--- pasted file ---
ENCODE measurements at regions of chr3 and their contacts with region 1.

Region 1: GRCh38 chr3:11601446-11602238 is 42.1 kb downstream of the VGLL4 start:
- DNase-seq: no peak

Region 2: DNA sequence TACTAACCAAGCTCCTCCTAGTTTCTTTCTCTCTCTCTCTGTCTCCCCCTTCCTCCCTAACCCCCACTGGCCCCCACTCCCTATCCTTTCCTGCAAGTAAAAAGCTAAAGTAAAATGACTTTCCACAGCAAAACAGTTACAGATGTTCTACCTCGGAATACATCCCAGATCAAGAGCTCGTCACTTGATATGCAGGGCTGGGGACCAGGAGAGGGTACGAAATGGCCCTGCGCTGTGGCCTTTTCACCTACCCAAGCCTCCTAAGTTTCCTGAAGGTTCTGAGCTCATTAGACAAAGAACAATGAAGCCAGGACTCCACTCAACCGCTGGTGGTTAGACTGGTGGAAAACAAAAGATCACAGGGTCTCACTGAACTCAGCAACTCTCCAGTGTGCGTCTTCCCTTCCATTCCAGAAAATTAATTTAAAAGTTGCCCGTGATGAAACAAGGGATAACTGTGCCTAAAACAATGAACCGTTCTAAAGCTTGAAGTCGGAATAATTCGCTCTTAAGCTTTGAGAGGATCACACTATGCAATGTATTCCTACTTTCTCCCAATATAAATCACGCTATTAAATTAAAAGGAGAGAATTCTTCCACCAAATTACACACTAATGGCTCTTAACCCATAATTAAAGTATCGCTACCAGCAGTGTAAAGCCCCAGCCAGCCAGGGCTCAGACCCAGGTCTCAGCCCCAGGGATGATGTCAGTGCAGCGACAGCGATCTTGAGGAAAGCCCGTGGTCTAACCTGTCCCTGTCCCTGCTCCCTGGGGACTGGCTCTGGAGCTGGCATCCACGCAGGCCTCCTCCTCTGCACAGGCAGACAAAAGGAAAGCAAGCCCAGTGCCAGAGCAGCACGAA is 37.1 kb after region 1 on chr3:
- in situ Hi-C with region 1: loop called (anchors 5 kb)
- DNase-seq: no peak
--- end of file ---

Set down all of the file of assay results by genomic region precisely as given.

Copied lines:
ENCODE measurements at regions of chr3 and their contacts with region 1.

Region 1: GRCh38 chr3:11601446-11602238 is 42.1 kb downstream of the VGLL4 start:
- DNase-seq: no peak

Region 2: DNA sequence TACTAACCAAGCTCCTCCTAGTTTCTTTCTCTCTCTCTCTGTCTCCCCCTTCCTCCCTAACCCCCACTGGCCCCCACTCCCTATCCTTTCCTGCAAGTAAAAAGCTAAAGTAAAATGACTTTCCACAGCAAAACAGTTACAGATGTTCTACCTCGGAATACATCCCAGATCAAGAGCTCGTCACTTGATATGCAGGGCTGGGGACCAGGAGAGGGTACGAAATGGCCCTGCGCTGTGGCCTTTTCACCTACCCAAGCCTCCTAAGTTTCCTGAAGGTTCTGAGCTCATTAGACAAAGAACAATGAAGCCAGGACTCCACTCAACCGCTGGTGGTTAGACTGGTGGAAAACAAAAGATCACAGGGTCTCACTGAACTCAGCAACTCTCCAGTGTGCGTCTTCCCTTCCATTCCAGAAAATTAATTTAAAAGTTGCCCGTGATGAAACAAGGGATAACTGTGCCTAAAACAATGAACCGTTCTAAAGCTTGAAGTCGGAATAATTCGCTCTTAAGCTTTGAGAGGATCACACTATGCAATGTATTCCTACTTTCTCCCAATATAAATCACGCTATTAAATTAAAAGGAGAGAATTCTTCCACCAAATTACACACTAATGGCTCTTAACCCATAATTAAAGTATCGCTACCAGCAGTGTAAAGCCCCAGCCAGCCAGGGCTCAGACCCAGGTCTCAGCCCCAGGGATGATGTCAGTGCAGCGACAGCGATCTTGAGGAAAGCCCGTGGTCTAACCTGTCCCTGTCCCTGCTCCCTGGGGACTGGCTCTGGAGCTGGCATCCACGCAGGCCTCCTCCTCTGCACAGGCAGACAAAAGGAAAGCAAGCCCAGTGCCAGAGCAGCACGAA is 37.1 kb after region 1 on chr3:
- in situ Hi-C with region 1: loop called (anchors 5 kb)
- DNase-seq: no peak